See 11.17.16 update here.
A look at how global health organizations' use social media reveals some interesting patterns and some unexpected practices. First we see who’s using what (Table 1) and then try to gauge how effective that use is (Table 2).
18 organizations were selected for review, all generally recognized as key players in the field. The various social media were noted by this rule: only social media icons displayed on the organization’s Home page as of 08.29.15 would be counted. And each of those had to link to the organization’s associated page, not just provide viewers an opportunity to post a comment. For example, Paul Farmer’s Partners In Health is not included because all of its Home page icons connect directly to comment windows. The organizations are listed in order of most icons (UNICEF) to least (Care International).
Observations on Who's Using What
- Every one had a Twitter account, all but one a Facebook page, and all but two a YouTube channel. Clearly, these are the foundation for their social communications.
- Pinterest (used by UNICEF, Save the Children, and PATH) is an interesting choice. With media so fragmented these days, use of Pinterest may be a means of specifically targeting women, who make up 70% of US users and 83% of global Pinterest users.[ 1 ][ 2 ] And given that more women make charitable donations than men and make larger donations as well, Pinterest may also be a smart avenue for fundraising.[ 3 ] Most intriguing though is the fact that the owners of Pinterest Boards aren’t restricted to pinning only their own media. PATH, for example has pinned items from WHO, Kaiser Family Foundation, and more, thereby leveraging others’ assets to tell their own story.
- Almost as much as Pinterest skews toward women, Google+ does so for men.[ 4 ] These would seem then to be complementary outlets, but only UNICEF and Save the Children employ them both.
- Among this group, only WHO has links to its own apps (one for iOS and one for Android) providing a mobile news feed of their own design.
- Of the eight organizations using a photo-sharing app (Instagram or Flickr) only one (Gavi) chose to use both, though it would seem quite easy to use the same material on both platforms, thereby extending their presence without much additional effort.
- Surprisingly, some, like UNICEF and PAHO, aren’t embedding the “Target” attribute in their icon links, so instead of bringing up a new (second) window when a user clicks on one of these icons, the application simply replaces the original website. This could easily be fixed –and should– so these organizations will retain more of their users’ attention.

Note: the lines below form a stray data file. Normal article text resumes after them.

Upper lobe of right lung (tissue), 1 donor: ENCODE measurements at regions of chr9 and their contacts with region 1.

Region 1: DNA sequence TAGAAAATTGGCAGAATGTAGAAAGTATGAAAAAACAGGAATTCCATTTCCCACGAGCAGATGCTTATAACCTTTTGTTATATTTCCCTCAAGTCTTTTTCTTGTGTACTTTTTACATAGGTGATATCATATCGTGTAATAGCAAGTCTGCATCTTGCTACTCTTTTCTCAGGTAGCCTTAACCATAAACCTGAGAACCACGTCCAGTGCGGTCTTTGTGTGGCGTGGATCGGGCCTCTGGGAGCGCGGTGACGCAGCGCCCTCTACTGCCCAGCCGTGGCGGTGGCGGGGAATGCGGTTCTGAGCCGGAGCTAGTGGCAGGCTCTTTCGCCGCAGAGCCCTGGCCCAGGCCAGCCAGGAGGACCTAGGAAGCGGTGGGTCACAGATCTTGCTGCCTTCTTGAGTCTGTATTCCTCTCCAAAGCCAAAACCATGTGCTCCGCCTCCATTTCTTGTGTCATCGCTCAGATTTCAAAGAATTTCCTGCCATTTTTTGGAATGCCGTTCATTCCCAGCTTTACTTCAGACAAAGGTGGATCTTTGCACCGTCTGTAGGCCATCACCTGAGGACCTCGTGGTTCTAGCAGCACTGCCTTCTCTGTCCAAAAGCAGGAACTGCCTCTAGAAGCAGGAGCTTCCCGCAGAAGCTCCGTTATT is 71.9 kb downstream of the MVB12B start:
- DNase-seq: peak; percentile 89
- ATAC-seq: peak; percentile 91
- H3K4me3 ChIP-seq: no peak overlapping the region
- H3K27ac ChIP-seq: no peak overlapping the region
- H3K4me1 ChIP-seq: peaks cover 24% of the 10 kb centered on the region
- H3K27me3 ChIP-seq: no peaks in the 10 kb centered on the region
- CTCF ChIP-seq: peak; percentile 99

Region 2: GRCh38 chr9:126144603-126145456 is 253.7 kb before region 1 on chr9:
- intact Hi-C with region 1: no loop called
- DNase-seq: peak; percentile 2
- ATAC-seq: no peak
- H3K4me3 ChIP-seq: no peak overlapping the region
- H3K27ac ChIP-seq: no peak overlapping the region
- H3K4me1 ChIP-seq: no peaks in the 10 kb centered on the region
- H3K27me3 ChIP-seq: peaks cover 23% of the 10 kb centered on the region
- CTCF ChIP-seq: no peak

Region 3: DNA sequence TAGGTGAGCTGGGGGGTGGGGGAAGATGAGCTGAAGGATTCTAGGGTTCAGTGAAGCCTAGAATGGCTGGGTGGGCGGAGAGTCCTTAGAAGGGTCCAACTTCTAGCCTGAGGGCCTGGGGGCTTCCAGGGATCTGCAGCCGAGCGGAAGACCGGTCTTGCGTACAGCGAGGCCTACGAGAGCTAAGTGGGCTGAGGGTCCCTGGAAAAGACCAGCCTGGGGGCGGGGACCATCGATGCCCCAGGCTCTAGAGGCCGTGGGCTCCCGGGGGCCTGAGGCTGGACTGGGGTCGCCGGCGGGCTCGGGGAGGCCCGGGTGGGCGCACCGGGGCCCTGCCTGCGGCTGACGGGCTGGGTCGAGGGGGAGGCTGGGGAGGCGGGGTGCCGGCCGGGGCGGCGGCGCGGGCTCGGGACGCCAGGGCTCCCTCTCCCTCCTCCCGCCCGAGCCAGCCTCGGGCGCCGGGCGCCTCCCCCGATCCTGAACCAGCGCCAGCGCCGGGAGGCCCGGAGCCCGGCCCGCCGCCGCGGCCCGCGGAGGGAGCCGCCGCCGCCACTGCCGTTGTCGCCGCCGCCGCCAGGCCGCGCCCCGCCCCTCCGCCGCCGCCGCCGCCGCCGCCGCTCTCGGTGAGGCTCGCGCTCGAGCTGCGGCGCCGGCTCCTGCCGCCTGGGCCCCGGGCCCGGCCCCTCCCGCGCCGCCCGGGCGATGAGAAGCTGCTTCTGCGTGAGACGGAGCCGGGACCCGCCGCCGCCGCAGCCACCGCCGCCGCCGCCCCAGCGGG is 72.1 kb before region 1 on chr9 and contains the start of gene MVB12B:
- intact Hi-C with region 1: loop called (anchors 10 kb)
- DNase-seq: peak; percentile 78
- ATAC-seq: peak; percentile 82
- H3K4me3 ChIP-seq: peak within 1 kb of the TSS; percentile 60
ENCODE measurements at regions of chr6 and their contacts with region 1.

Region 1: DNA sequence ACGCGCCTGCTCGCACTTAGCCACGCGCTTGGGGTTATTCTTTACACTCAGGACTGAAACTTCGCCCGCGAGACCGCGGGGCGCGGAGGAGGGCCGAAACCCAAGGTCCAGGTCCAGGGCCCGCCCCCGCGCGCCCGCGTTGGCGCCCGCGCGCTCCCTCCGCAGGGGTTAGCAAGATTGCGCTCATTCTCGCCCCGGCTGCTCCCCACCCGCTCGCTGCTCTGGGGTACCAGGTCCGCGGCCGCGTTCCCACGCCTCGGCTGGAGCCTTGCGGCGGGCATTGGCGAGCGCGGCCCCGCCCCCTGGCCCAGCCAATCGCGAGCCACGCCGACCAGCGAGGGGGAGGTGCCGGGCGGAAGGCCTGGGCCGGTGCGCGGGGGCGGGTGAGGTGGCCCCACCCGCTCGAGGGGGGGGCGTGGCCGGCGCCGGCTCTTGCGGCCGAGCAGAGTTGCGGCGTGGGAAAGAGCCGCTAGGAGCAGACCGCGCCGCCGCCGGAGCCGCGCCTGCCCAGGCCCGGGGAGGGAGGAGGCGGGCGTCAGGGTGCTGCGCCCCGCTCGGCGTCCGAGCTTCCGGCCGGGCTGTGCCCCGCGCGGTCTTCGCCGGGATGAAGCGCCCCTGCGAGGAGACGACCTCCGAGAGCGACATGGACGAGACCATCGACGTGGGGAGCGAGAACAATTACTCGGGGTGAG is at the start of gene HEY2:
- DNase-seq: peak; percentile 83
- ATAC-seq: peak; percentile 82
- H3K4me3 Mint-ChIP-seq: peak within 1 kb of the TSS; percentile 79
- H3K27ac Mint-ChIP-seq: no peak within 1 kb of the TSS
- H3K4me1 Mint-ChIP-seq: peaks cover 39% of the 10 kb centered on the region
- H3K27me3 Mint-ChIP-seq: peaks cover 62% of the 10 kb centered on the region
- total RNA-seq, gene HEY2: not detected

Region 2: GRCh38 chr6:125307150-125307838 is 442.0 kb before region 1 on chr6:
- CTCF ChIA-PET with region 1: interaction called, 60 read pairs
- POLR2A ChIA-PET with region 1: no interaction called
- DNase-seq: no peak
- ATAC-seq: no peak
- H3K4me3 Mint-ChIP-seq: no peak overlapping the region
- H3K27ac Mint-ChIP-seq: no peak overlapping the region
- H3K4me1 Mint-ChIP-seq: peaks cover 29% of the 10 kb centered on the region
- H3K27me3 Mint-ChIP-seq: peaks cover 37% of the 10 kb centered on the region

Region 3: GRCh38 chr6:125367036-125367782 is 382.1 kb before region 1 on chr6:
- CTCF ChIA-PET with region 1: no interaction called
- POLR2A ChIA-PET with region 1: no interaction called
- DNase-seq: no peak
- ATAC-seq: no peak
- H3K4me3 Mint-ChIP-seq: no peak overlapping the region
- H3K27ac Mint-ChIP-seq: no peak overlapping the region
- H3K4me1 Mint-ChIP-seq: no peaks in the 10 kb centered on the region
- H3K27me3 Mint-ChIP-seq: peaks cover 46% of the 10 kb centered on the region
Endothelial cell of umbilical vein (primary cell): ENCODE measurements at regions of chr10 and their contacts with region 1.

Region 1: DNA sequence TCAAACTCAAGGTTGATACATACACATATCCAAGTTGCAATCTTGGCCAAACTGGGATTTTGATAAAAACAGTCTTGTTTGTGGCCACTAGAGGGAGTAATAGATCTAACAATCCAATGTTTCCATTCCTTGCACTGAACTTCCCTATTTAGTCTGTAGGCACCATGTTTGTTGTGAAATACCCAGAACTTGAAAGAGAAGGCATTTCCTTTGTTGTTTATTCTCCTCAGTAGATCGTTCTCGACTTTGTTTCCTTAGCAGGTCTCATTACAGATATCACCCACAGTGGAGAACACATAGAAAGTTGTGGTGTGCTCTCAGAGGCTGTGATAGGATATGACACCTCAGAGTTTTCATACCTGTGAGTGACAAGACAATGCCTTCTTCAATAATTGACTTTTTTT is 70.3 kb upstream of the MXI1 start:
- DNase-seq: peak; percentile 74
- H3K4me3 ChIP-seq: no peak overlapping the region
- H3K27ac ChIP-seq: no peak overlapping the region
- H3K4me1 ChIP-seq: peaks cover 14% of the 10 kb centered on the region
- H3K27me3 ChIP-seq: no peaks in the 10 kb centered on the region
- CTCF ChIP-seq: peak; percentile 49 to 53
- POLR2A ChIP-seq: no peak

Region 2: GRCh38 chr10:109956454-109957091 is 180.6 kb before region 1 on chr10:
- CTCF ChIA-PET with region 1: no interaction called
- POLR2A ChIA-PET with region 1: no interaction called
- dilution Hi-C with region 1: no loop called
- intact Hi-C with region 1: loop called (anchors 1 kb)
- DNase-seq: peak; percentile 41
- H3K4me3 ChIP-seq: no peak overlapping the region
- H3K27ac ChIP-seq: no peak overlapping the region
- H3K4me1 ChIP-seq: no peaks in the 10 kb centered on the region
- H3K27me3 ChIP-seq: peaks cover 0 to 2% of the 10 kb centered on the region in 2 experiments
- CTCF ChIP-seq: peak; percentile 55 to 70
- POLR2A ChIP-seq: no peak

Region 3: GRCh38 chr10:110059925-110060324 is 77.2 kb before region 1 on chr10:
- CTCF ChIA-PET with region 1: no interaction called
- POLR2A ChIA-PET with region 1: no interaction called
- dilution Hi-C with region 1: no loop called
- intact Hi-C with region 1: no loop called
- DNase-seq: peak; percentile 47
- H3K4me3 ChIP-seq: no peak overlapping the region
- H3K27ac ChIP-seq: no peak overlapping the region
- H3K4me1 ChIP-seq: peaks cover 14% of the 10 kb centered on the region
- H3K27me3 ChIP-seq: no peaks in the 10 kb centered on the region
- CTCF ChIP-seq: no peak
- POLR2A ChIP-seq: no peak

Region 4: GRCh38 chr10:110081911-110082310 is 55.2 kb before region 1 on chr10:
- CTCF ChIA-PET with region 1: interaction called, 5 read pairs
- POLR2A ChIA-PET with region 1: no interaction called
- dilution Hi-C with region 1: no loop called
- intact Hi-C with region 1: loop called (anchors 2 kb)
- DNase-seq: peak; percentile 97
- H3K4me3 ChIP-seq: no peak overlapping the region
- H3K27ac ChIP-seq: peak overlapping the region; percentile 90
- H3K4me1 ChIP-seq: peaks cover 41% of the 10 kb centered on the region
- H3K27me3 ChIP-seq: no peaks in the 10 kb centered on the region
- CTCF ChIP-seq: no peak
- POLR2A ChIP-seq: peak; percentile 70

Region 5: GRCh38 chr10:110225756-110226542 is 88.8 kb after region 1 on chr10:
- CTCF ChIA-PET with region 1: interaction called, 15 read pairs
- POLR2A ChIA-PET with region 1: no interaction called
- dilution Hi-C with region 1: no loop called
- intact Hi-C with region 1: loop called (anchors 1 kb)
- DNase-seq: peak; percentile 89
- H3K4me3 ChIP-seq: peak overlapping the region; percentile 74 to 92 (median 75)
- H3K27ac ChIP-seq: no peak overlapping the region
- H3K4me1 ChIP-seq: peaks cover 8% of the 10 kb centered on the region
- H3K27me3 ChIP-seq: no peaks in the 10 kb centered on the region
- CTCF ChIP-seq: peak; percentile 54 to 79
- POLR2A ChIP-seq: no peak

To get some idea of how effective their use of social media is, I looked at the numbers for each organization's Facebook, Twitter, and YouTube feeds. But to judge engagement, not just visitation, I chose Likes over Visits on Facebook, Followers for Twitter, and Subscribers over Views for YouTube. The Index then is just the sum of the three metrics and doesn't purport to be anything more than a rough measure of how many people have made more than a minimal effort to connect to each organization. The organizations are listed in order of their Index score, from highest to lowest.
Observations on Gauging Effectiveness
- Comparing the two tables, there's a fairly direct relationship between using more media avenues and having a higher Engagement Index. For example, UNICEF displays eight icons and has the highest Index (by a factor of nearly two), while at the opposite end, Care International displays the fewest icons and has the lowest Index.[ 5 ] This could simply be a correlation without causality, but more likely it reflects a connection between putting more effort into social media and collecting more followers.
- Videos likely evoke deeper emotional responses than, say, Facebook posts or Tweets, but given the effort and expense it takes to create a quality video, it's questionable if that investment is the best way to generate widespread support. As these numbers show, the disparity between Facebook Likes and YouTube subscribers runs from a low of about 10:1 for PAHO to some 543:1 of the Global Fund.
- The Index, and by implication an organization's social media success, is clearly no measure of the value and impact of these organizations' efforts. No one would contend, for example, that UNICEF's work was some 130 times more important than that of Gavi (9,904,860 / 71,755). On the other hand, it may just be that UNICEF is 130 times better known than Gavi.
No doubt each of these organizations has a social media strategy based on their own circumstances, so it's not surprising to see a variety in both the number of media employed and the degree to which they seek the public's engagement. Some may rely more heavily for their funding on public contributions, some may rely on the public indirectly to advocate for increased government funding, and others may be focused more on public education (e.g., vaccinations). But all have an interest –in fact a responsibility– to make a strong case for global health support; defining the needs, outlining the means, and summoning the support to change, and in many cases, save, millions of lives around the globe. And in all of those endeavors, social media has a clear role to play.
[ 5 ] In fairness to Care, the organization actually has 15 websites, keyed to different geographic regions, and a variety of social media used across these sites.